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This book describes Eagle Syndrome, Diagnosis and Treatment and Related Diseases
This internet health headline prompted me to find out about Eagle Syndrome.
“A Father forced to Google his symptoms after 150 GP appointments failed to correctly diagnose his rare throat syndrome – Eagle Syndrome.”
I thought that I have to read and write about this condition if so many doctors have failed to diagnose this father's illness.
Eagle syndrome is a rare disorder that creates pain in the throat and face.
This pain comes from problems caused by an abnormally long styloid process bone, which is a pointy bone just beneath the ear.
The pain may also be due to the stylohyoid ligament connecting it to the hyoid bone in the neck.
The pain caused by Eagle syndrome is a form of nerve pain, which means it is caused by abnormal nerve signals, not injury to the painful area.
The pain is normally a dull and throbbing ache that may involve a feeling that something is stuck in the throat.
Some people also have tinnitus and neck pain.
About 4 percent of the population has an abnormally long styloid process
Only between 4 and 10 % of these people have any symptoms.
Eagle syndrome is produced by either an abnormally long styloid process or a calcified stylohyoid ligament.
Doctors are not definite about what causes either one of these.
In most people, an elongated styloid process bone is the cause in Eagle syndrome.
Some people form a long styloid process after a throat injury or surgery.
In others, this is just an anatomical difference or a change linked to age.
An elongated styloid process may place pressure on the throat and compress nearby nerves or blood vessels, inducing pain.
Other causes are:
Calcification of the stylohyoid ligament
Many people have an abnormally-shaped styloid process but no symptoms.
The main symptom of Eagle syndrome is pain normally on one side of the neck, jaw and throat.
The pain may be constant or intermittent.
It is often worse when the patient yawns or moves or turns the head.
The patient may also feel the pain spread toward the ear
4.A feeling that there is something stuck in the throat
5.A persisting ringing or buzzing in the ears
Diagnosing Eagle syndrome is difficult because it shares symptoms with many other disorders.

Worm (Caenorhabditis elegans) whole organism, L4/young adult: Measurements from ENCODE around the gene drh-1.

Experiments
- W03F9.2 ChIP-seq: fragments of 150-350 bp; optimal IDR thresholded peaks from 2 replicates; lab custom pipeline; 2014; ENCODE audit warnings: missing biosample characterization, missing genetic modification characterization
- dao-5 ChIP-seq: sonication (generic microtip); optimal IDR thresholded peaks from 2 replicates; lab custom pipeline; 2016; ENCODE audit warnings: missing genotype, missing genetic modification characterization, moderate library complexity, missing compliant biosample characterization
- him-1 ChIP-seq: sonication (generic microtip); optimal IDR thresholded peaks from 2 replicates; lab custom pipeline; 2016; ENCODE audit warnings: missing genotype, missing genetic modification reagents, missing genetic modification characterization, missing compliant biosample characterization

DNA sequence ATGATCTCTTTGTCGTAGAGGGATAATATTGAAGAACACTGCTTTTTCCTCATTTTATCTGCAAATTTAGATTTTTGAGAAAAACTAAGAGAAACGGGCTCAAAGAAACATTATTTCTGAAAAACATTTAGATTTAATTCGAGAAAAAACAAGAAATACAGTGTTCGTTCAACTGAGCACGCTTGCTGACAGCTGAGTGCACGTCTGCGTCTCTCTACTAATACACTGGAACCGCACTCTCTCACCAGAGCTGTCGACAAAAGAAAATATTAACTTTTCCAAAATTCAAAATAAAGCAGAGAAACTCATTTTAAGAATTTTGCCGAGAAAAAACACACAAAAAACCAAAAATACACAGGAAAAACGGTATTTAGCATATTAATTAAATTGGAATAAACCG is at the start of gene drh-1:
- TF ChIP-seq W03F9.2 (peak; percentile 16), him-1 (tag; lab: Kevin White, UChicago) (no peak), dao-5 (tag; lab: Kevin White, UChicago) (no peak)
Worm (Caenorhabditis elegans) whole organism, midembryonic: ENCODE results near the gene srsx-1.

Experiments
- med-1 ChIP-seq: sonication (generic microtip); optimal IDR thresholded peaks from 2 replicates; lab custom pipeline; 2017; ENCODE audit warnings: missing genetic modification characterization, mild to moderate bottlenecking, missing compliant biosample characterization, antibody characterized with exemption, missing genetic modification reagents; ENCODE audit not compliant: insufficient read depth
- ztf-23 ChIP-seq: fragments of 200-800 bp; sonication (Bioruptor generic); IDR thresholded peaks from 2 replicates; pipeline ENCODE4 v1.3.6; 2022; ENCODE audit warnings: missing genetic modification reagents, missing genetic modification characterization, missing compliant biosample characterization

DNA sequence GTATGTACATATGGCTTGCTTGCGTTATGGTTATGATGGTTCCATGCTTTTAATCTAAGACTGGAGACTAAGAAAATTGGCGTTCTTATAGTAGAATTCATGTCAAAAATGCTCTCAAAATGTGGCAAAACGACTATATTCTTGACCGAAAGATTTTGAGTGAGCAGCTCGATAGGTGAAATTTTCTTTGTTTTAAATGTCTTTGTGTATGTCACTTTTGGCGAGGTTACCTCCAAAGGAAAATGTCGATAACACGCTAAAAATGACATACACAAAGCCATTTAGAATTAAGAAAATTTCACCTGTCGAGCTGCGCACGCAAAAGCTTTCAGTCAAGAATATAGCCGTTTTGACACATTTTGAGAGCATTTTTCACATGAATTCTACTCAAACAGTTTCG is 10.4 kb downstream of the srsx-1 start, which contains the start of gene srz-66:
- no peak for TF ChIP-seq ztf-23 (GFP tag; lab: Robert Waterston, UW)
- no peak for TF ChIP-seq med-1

The doctor will probably start by feeling the head and neck for any signs of an abnormally long styloid process
The doctor may also use a CT scan or X-ray to get a better view of the region around the styloid process and stylohyoid ligament.
Surgery is a frequent and successful treatment for Eagle syndrome
Eagle syndrome is often treated by reducing the length of the styloid process with surgery.
This surgery, called a styloidectomy, can be performed through the mouth or neck.
Surgery through the mouth needs removal of the tonsils, and it can be more difficult for the surgeon to access the styloid process.
Surgery through the neck provides better access to the styloid process but will cause a scar.
It can also injure the surrounding parts of the body and nerves of the face
Endoscopic surgery is also a frequent treatment of choice for Eagle syndrome.
Endoscopic surgery is much less dangerous than traditional surgery, permitting for faster recovery and fewer risks.
Most patients were satisfied with the appearance of the small cut afterward
If the patient has other disorders that make surgery risky, the doctor can treat:
NSAIDs for pain
Steroids and their injections
Eagle syndrome is a type of nerve pain so massage, exercise will not help.
TABLE OF CONTENT
Chapter 1 Eagle Syndrome
Chapter 2 Causes
Chapter 3 Symptoms
Chapter 4 Diagnosis
Chapter 5 Treatment
Chapter 6 Prognosis
Chapter 7 Torticollis
Chapter 8 Trigeminal Neuralgia